This wonderful American Revolutionary War officer's hanger/short saber was purchased at an estate sale, together with the pay voucher for Captain Silvanus Brown.
Sword bears the marks of two natives of Birmingham, sword-maker Samuel Harvey and silversmith Benjamin May. Hilt consists of hallmarked sterling silver re-curved guard, shaped-to-hand ebony grip, wrapped with silver wire, and a silver pommel cap. Blade is 66 cm / 26" long, in the Montmorency style. Hilt is marked with Benjamin May's cartouche, Birmingham date letter L in the shield, dating it precisely to 1782-1783, Birmingham town assay mark in the shape of an anchor, and the Lion passant guardant, certifying the silver's quality.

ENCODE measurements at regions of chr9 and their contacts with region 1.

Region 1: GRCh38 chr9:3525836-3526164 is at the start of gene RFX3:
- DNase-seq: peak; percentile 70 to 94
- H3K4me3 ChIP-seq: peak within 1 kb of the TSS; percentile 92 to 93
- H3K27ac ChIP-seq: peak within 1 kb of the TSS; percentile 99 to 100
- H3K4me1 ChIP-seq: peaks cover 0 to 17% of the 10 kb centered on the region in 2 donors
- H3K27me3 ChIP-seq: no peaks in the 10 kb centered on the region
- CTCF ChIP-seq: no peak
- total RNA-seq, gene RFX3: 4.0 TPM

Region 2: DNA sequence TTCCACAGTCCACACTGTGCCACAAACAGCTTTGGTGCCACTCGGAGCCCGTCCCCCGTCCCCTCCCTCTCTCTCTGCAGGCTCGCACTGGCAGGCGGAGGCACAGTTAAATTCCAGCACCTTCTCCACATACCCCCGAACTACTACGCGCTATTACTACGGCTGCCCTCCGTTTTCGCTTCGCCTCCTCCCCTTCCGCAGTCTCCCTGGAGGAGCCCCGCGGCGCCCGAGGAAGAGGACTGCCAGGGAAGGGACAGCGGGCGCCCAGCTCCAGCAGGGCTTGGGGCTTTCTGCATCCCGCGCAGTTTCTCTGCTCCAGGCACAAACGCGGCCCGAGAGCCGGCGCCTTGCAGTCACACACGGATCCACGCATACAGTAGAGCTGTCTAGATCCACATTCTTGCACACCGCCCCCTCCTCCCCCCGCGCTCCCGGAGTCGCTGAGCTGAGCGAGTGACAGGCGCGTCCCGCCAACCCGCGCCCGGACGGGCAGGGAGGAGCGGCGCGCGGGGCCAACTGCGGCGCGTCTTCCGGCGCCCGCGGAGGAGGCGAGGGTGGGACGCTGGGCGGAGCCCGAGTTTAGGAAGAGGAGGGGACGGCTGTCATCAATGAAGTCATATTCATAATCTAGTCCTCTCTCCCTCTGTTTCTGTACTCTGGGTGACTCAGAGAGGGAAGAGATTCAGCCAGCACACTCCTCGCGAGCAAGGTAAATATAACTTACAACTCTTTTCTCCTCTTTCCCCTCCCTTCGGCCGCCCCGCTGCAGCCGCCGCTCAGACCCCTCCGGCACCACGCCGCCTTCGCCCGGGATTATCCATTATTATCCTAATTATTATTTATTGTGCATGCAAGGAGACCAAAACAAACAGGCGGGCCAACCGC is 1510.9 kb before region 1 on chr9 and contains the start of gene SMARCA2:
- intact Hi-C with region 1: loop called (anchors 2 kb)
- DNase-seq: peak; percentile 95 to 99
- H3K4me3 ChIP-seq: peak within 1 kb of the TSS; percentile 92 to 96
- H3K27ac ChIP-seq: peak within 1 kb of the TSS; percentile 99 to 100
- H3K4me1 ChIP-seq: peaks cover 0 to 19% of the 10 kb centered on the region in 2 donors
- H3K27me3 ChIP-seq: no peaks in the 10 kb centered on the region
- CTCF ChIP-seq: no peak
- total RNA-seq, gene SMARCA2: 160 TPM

The pay voucher from the State of Connecticut to Captain Silvanus Brown for £30 is dated March 31st, 1783, same year as the silver mark on the hilt. Document is hand-signed in ink by Oliver Wolcott Jr., the son of one of the Declaration of Independence signers, Oliver Wolcott Sr.
Oliver Wolcott Jr. was one of George Washington's protegees, and served as a Secretary of the Treasury in Washington's administration. He was later elected a Governor of Connecticut.
Captain Silvanus [also spelled Sylvanus in several historical sources] Brown served during the American Revolutionary War with the artillery of the 8th Connecticut Regiment, which was raised on September 16, 1776 in Danbury, Connecticut. On January 1st 1781 the regiment was merged into the 1st Connecticut Regiment at West Point, New York, re-designated the 5th Connecticut Regiment, and disbanded on November 15, 1783.
The 8th Connecticut Regiment took part in the Battle of Brandywine, Battle of Germantown, the New York Campaign and the Battle of Monmouth.
Although there is no proof that the sword belonged to Captain Brown, I thought it prudent to offer both the sword and the pay voucher together, as they came to me.